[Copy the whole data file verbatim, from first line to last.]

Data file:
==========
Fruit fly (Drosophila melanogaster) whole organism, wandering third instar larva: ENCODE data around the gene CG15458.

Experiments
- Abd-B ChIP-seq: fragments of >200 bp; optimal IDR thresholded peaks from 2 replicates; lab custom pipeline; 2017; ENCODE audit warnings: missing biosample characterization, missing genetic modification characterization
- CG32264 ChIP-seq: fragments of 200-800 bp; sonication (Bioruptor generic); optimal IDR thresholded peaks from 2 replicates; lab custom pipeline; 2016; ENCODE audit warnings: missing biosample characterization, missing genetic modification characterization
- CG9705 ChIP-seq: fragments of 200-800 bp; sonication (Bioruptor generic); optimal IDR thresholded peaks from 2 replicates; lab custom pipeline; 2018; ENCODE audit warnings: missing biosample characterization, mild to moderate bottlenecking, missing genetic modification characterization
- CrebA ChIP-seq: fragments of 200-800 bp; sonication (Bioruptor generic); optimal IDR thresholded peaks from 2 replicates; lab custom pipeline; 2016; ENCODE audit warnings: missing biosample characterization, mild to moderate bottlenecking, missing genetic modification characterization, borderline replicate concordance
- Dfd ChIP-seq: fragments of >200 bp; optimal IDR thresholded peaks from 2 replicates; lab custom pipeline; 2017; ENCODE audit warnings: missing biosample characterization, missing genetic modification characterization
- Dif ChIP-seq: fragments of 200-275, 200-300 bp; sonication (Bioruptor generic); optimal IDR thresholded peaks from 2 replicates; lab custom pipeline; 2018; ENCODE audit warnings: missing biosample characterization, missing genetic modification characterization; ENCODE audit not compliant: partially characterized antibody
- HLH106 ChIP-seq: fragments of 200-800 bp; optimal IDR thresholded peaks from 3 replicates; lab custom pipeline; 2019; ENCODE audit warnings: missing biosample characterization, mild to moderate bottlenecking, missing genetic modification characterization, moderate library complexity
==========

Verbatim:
Fruit fly (Drosophila melanogaster) whole organism, wandering third instar larva: ENCODE data around the gene CG15458.

Experiments
- Abd-B ChIP-seq: fragments of >200 bp; optimal IDR thresholded peaks from 2 replicates; lab custom pipeline; 2017; ENCODE audit warnings: missing biosample characterization, missing genetic modification characterization
- CG32264 ChIP-seq: fragments of 200-800 bp; sonication (Bioruptor generic); optimal IDR thresholded peaks from 2 replicates; lab custom pipeline; 2016; ENCODE audit warnings: missing biosample characterization, missing genetic modification characterization
- CG9705 ChIP-seq: fragments of 200-800 bp; sonication (Bioruptor generic); optimal IDR thresholded peaks from 2 replicates; lab custom pipeline; 2018; ENCODE audit warnings: missing biosample characterization, mild to moderate bottlenecking, missing genetic modification characterization
- CrebA ChIP-seq: fragments of 200-800 bp; sonication (Bioruptor generic); optimal IDR thresholded peaks from 2 replicates; lab custom pipeline; 2016; ENCODE audit warnings: missing biosample characterization, mild to moderate bottlenecking, missing genetic modification characterization, borderline replicate concordance
- Dfd ChIP-seq: fragments of >200 bp; optimal IDR thresholded peaks from 2 replicates; lab custom pipeline; 2017; ENCODE audit warnings: missing biosample characterization, missing genetic modification characterization
- Dif ChIP-seq: fragments of 200-275, 200-300 bp; sonication (Bioruptor generic); optimal IDR thresholded peaks from 2 replicates; lab custom pipeline; 2018; ENCODE audit warnings: missing biosample characterization, missing genetic modification characterization; ENCODE audit not compliant: partially characterized antibody
- HLH106 ChIP-seq: fragments of 200-800 bp; optimal IDR thresholded peaks from 3 replicates; lab custom pipeline; 2019; ENCODE audit warnings: missing biosample characterization, mild to moderate bottlenecking, missing genetic modification characterization, moderate library complexity